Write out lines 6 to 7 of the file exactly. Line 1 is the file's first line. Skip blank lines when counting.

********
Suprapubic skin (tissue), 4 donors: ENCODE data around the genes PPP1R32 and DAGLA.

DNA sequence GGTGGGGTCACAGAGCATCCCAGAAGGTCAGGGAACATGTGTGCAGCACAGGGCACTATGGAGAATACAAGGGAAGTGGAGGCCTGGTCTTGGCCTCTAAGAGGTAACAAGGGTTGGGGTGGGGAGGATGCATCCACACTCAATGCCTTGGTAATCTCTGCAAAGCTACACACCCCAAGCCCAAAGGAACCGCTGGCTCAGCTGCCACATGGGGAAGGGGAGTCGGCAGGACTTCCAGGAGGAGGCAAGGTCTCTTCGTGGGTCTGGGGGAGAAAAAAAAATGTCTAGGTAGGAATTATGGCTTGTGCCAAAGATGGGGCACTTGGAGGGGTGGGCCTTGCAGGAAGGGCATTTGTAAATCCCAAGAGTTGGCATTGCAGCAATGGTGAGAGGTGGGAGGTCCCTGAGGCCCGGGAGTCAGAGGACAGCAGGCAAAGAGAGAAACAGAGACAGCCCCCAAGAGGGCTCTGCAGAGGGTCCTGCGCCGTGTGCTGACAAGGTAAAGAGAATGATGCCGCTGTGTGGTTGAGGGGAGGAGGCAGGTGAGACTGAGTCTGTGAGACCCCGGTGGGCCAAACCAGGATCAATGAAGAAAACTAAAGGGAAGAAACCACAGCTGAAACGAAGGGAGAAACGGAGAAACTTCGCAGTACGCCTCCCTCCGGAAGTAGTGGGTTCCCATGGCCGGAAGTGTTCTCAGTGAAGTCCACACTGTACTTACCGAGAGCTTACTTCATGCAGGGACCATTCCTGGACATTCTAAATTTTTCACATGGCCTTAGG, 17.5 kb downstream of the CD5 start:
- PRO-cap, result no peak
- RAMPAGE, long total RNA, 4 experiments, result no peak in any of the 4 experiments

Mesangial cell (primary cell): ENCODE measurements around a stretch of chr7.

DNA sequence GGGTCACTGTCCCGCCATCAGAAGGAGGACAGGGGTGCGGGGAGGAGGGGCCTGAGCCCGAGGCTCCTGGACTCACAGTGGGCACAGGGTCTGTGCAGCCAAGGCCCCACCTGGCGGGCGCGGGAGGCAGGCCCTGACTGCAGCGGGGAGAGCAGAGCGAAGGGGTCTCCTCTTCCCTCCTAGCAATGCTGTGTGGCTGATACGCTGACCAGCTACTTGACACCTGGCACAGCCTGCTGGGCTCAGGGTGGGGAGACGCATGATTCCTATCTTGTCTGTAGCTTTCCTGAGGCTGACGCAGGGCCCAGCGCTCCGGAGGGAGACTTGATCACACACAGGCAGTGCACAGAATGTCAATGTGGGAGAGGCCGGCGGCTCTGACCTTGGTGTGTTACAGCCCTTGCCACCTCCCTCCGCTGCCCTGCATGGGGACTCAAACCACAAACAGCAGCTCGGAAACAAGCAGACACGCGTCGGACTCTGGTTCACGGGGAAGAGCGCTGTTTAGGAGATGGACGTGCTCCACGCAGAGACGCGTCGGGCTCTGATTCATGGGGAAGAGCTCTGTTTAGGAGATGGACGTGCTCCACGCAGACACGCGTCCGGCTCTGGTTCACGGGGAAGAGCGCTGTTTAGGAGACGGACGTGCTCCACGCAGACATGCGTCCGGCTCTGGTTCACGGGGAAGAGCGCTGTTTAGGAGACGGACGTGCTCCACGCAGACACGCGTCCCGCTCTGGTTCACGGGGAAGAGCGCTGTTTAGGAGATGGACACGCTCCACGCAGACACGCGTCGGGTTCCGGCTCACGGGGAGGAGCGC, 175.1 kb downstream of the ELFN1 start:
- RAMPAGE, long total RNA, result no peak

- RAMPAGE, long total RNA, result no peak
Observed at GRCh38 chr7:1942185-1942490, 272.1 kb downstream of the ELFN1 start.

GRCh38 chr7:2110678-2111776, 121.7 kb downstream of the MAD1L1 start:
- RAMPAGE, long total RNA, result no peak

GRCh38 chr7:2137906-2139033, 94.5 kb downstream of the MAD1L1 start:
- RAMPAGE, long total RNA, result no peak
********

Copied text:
DNA sequence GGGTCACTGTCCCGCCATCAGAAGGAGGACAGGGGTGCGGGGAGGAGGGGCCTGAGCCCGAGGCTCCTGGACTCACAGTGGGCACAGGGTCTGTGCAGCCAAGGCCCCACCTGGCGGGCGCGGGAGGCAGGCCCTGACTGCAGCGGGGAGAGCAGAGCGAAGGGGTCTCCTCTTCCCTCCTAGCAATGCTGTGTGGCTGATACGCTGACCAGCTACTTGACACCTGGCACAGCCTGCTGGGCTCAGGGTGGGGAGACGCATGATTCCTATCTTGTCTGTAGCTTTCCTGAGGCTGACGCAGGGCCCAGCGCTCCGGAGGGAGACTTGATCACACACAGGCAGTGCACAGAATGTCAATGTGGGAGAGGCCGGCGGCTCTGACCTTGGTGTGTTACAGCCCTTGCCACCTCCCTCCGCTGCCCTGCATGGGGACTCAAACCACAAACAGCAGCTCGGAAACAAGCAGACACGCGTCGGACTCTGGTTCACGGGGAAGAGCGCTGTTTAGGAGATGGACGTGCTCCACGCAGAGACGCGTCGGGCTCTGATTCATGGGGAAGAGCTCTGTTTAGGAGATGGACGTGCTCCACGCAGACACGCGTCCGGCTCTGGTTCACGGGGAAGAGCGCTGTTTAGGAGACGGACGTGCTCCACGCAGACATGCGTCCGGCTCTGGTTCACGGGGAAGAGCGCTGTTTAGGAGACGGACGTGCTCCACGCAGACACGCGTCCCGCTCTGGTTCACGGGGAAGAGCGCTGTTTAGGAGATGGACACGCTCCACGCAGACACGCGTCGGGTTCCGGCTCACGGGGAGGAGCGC, 175.1 kb downstream of the ELFN1 start:
- RAMPAGE, long total RNA, result no peak